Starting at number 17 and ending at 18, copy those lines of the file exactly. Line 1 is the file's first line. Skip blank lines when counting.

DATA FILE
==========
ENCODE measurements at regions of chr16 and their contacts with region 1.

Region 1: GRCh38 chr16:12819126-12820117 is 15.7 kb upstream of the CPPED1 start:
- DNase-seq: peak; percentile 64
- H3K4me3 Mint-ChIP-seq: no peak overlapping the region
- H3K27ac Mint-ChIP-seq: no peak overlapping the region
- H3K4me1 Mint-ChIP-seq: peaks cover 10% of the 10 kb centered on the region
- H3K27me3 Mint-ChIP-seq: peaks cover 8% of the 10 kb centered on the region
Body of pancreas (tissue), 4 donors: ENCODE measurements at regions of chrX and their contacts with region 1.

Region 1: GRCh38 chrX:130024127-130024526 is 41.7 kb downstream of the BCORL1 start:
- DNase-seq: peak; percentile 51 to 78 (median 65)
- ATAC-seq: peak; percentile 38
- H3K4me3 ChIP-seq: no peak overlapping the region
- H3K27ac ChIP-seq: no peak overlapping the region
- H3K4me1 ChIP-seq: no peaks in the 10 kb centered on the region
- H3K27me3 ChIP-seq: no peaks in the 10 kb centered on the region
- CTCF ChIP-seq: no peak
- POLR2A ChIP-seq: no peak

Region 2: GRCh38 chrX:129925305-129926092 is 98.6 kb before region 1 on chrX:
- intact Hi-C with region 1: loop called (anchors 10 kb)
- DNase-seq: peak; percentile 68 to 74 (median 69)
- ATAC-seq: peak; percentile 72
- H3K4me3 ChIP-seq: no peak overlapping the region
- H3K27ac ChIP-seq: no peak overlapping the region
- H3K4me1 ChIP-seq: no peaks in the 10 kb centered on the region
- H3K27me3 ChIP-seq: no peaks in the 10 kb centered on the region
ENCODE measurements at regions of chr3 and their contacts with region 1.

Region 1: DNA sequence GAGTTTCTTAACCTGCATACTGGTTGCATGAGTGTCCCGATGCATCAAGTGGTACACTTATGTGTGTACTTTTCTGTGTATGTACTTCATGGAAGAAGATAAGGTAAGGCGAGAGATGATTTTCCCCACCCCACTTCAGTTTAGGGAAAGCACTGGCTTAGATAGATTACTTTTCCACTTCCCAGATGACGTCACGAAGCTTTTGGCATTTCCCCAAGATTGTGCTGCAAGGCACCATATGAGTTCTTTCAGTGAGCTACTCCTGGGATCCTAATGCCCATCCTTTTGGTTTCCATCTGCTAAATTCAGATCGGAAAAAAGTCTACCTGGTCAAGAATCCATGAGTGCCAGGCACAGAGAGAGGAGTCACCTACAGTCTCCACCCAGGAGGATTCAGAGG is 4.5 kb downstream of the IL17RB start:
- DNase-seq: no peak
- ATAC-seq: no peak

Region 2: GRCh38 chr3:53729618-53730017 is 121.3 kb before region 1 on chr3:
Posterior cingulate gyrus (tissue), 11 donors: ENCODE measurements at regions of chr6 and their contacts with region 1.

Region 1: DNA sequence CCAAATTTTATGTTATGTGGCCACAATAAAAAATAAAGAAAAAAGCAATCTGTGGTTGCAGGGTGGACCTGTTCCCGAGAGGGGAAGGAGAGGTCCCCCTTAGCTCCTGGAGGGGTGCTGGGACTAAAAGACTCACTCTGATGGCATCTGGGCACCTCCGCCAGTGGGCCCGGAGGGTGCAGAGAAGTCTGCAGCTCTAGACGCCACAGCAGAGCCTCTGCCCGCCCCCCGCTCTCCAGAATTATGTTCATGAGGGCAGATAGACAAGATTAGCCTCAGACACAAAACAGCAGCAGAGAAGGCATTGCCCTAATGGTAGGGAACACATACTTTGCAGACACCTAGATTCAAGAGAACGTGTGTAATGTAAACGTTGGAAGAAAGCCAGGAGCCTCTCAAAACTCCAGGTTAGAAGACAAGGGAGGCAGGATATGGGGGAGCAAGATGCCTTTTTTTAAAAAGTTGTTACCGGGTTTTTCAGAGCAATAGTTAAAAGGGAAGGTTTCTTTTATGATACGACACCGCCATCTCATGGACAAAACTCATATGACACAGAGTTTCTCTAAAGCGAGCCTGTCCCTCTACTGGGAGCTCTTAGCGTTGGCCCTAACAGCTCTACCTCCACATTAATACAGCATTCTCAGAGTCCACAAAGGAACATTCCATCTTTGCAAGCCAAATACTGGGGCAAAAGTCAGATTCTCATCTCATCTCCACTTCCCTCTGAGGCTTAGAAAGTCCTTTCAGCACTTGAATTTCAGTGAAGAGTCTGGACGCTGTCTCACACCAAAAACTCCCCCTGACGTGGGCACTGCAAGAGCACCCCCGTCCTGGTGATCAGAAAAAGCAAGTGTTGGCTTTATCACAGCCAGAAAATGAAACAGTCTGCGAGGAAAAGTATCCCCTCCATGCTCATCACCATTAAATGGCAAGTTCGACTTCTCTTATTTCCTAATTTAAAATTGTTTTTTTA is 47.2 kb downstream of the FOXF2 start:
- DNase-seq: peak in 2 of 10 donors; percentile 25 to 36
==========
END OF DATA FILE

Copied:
- POLR2A ChIP-seq: no peak

Region 2: GRCh38 chrX:129925305-129926092 is 98.6 kb before region 1 on chrX: